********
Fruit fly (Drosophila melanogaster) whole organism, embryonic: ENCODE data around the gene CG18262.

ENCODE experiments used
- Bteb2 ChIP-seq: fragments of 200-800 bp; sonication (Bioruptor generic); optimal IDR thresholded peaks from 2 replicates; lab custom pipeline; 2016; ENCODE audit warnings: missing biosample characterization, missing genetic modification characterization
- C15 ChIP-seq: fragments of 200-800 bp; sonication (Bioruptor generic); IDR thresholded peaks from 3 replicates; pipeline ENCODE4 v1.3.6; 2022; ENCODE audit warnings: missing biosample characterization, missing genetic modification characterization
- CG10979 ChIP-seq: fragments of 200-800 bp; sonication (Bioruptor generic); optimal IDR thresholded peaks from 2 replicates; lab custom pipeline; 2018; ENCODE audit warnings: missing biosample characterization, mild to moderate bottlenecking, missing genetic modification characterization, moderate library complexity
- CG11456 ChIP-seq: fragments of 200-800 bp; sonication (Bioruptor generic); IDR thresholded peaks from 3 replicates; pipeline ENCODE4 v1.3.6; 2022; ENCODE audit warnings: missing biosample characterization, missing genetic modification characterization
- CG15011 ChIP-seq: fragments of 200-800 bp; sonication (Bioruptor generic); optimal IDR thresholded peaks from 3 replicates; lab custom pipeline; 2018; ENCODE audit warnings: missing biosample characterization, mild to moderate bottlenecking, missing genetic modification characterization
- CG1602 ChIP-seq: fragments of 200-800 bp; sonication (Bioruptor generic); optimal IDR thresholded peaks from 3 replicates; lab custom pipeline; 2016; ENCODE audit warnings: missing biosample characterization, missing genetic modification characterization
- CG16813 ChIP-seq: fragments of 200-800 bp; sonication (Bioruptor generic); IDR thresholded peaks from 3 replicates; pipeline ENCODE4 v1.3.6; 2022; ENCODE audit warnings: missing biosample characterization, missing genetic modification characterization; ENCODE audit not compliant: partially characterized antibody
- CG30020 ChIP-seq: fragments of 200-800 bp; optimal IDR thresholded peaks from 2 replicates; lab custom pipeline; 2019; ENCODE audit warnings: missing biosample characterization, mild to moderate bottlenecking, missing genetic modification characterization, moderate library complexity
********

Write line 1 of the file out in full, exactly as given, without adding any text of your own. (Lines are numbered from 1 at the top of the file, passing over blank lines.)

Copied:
Fruit fly (Drosophila melanogaster) whole organism, embryonic: ENCODE data around the gene CG18262.